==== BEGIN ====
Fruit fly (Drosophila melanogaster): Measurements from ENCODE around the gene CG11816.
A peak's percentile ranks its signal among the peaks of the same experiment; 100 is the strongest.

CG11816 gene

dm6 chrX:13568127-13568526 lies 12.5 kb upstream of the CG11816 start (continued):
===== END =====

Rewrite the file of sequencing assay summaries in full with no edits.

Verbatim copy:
Fruit fly (Drosophila melanogaster): Measurements from ENCODE around the gene CG11816.
A peak's percentile ranks its signal among the peaks of the same experiment; 100 is the strongest.

CG11816 gene

dm6 chrX:13568127-13568526 lies 12.5 kb upstream of the CG11816 start (continued):